Hartwig Schafer, vice president of the World Bank for the South Asia Region, and Jean Todt, special envoy on road safety of the United Nations Secretary-General, will arrive in Bangladesh tomorrow on a two-day visit for discussing the challenges and opportunities to improve road condition in the country.
During their visit, they are scheduled to meet the ministers of finance and roads, transport, and bridges, other senior government officials, and civil society representatives, a press release of the World Bank says.
The duo will also participate in the “Road Safety for All” event in Dhaka on September 24, 2019, which is part of the South Asia Regional Programme on Road Safety that includes Bangladesh, it says.
“Road accidents are life-shattering experiences for families. Apart from the enormous human toll, road safety has a major economic impact; globally, annual crash-related costs are estimated at 2 to 5 percent of national Gross Domestic Product,” said Schafer.
He further said, “I welcome this partnership between the United Nations and the World Bank in support of countries, like Bangladesh, to make traffic safer and help accelerate growth, reduce poverty and promote shared prosperity”.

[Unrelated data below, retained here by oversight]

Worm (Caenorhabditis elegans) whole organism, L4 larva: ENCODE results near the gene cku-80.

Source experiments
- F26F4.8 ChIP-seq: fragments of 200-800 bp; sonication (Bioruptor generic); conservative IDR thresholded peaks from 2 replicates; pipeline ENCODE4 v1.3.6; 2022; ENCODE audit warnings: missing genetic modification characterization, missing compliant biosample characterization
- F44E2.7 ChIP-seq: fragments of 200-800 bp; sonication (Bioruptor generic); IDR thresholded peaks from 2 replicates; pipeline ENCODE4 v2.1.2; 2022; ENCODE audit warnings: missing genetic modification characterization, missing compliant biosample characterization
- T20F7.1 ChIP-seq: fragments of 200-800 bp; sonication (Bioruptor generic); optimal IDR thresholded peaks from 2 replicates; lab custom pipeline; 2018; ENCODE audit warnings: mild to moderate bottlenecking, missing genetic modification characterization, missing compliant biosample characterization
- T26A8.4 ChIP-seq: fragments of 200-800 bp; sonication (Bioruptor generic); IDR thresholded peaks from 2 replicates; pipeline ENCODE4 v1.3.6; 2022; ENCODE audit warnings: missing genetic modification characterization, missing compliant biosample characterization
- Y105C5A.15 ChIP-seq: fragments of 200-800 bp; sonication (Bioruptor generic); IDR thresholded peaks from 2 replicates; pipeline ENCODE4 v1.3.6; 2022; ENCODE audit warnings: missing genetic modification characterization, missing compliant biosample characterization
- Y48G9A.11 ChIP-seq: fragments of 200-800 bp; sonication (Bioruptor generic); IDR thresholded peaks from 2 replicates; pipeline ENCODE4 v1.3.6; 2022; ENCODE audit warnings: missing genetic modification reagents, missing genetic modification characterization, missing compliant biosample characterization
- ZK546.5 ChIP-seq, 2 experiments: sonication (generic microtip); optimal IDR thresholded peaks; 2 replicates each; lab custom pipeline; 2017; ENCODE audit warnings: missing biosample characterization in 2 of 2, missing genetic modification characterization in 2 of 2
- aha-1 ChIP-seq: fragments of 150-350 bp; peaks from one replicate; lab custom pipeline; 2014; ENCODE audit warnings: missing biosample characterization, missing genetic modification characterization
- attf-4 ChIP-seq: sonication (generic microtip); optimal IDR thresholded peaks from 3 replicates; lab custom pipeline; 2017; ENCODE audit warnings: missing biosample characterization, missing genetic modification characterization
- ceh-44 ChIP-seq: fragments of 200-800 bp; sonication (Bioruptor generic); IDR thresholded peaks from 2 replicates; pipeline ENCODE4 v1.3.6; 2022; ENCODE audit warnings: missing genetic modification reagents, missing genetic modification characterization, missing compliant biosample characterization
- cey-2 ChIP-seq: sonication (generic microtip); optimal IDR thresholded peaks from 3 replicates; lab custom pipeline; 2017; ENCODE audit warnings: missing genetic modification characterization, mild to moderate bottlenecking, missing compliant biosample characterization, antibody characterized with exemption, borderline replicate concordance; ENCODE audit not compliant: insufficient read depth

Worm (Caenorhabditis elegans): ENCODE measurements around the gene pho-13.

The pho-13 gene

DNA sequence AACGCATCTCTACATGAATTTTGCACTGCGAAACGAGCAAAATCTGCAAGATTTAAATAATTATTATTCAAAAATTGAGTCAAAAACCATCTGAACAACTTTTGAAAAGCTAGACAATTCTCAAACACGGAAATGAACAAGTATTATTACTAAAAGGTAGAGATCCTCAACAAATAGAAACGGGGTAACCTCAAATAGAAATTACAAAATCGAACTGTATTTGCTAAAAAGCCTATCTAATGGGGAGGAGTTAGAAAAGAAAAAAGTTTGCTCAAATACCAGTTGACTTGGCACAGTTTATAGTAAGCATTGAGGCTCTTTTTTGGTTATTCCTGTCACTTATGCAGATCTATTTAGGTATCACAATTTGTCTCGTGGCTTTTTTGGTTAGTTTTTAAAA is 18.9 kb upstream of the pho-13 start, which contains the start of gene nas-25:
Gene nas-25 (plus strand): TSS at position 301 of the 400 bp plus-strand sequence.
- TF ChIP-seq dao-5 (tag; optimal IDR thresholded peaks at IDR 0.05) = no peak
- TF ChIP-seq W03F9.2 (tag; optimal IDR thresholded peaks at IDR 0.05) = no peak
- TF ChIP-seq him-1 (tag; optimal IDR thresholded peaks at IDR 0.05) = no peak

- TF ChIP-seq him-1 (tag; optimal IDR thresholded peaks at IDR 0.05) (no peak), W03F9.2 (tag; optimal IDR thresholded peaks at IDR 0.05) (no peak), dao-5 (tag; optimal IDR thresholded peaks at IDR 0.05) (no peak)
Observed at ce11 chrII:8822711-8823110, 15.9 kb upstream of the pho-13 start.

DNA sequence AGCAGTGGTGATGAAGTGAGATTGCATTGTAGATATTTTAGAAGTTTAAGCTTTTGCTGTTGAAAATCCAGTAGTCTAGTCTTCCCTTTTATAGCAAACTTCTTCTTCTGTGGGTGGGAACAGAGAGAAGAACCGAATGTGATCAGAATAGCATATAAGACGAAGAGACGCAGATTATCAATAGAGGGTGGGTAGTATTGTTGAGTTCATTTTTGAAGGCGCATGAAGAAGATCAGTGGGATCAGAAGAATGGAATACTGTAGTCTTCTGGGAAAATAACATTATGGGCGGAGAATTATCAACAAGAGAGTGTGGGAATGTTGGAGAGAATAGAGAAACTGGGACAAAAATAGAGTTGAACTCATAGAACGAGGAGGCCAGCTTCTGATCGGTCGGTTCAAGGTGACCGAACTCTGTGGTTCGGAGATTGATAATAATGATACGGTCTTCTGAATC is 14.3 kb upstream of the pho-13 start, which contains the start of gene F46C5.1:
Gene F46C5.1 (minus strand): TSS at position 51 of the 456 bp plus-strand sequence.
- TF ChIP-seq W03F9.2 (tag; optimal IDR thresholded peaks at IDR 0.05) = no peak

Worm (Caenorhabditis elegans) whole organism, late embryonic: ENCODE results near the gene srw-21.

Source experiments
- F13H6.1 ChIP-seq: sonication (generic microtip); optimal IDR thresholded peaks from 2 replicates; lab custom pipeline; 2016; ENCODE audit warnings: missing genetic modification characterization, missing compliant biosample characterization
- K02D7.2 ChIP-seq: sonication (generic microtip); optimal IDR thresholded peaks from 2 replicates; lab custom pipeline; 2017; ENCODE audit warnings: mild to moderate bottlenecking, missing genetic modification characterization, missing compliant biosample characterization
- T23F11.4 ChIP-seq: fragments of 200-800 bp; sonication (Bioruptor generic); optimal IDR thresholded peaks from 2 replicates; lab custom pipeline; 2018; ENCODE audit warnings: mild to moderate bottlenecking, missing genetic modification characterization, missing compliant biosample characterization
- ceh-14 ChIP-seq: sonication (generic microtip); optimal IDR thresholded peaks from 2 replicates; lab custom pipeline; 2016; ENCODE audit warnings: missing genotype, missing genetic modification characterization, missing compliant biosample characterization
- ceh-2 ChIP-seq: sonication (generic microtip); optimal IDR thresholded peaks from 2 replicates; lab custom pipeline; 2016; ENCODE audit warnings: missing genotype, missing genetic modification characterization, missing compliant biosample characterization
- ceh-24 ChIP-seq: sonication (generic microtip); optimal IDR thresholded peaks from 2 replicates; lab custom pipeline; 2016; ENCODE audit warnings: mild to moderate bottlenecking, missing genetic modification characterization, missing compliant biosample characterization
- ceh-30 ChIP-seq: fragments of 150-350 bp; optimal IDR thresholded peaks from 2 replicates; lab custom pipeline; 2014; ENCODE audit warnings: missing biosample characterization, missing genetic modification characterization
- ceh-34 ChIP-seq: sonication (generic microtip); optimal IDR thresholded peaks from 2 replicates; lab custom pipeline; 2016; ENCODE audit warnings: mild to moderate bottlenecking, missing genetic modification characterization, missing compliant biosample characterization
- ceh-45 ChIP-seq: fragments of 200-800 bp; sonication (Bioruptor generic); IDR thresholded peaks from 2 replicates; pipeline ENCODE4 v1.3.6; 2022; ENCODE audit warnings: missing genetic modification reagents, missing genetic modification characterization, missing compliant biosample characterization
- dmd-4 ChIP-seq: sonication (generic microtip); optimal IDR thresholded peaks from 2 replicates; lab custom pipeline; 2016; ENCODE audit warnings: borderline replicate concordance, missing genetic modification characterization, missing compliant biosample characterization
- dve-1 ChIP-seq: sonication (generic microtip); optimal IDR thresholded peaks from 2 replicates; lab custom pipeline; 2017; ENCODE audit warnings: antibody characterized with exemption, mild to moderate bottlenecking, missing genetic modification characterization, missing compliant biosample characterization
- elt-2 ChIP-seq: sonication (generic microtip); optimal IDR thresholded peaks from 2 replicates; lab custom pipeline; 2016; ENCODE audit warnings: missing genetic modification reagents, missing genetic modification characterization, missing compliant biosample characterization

Road safety is a global development challenge. Every year, 1.35 million people worldwide lose their lives while driving, cycling, or walking on the road and another 50 million are seriously injured. A recent World Bank study has shown that for South Asia as a whole, a 50 percent reduction in road deaths would generate an estimated gross benefit of about $1.2 trillion, read the press release.
“Along with the World Bank, I look forward to a productive discussion with our partners in Bangladesh on the path for achieving the Sustainable Development Goal of significantly cutting the number of road fatalities over the coming years,” said Todt.
“I call on Bangladesh to join and fully implement the key UN legal instruments on road safety, which can enable the country to address many major causes of road crashes,” he added.
The World Bank and the United Nations are offering countries a number of tools and support modalities to tackle road safety problems. This includes consideration in the upcoming call for proposals of the recently established UN Road Safety Fund, as well as technical support in the accession to the UN legal instruments related to road safety, administered by UNECE.
Since the independence of Bangladesh, the World Bank has committed more than $30 billion in grants, interest-free and concessional credits to Bangladesh as a development partner of the country, the press release read.